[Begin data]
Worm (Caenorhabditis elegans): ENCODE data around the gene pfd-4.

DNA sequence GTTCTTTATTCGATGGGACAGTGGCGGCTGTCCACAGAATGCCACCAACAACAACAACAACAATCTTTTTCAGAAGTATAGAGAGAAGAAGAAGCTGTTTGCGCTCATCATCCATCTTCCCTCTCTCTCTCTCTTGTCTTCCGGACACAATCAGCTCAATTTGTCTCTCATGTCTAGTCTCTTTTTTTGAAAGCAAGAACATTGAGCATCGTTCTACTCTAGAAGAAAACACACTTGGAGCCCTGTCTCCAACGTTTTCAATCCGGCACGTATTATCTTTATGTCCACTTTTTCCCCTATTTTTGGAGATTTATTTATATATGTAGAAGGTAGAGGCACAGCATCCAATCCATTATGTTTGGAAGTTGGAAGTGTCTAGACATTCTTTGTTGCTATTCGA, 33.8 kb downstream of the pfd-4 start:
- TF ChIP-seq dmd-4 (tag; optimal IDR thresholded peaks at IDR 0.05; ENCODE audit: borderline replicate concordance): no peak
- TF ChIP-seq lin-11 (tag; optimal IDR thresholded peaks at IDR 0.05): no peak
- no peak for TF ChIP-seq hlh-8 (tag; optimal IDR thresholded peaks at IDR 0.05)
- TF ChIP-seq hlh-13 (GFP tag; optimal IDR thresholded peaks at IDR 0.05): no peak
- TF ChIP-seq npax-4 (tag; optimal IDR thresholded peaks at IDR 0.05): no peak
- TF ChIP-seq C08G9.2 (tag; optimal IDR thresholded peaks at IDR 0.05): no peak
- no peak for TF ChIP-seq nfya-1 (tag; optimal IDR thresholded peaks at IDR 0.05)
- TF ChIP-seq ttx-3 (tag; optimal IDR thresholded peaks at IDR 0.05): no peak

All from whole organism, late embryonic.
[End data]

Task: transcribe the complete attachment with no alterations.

Worm (Caenorhabditis elegans): ENCODE data around the gene pfd-4.

DNA sequence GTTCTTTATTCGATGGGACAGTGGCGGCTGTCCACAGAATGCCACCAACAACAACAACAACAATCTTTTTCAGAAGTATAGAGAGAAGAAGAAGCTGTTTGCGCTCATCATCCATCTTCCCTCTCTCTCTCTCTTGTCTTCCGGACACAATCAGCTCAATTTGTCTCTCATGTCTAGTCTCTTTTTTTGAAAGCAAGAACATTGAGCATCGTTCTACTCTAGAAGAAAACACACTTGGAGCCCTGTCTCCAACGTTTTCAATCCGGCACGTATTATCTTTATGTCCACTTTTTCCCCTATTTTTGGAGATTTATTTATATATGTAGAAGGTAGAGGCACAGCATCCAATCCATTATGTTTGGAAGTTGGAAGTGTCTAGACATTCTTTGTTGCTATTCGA, 33.8 kb downstream of the pfd-4 start:
- TF ChIP-seq dmd-4 (tag; optimal IDR thresholded peaks at IDR 0.05; ENCODE audit: borderline replicate concordance): no peak
- TF ChIP-seq lin-11 (tag; optimal IDR thresholded peaks at IDR 0.05): no peak
- no peak for TF ChIP-seq hlh-8 (tag; optimal IDR thresholded peaks at IDR 0.05)
- TF ChIP-seq hlh-13 (GFP tag; optimal IDR thresholded peaks at IDR 0.05): no peak
- TF ChIP-seq npax-4 (tag; optimal IDR thresholded peaks at IDR 0.05): no peak
- TF ChIP-seq C08G9.2 (tag; optimal IDR thresholded peaks at IDR 0.05): no peak
- no peak for TF ChIP-seq nfya-1 (tag; optimal IDR thresholded peaks at IDR 0.05)
- TF ChIP-seq ttx-3 (tag; optimal IDR thresholded peaks at IDR 0.05): no peak

All from whole organism, late embryonic.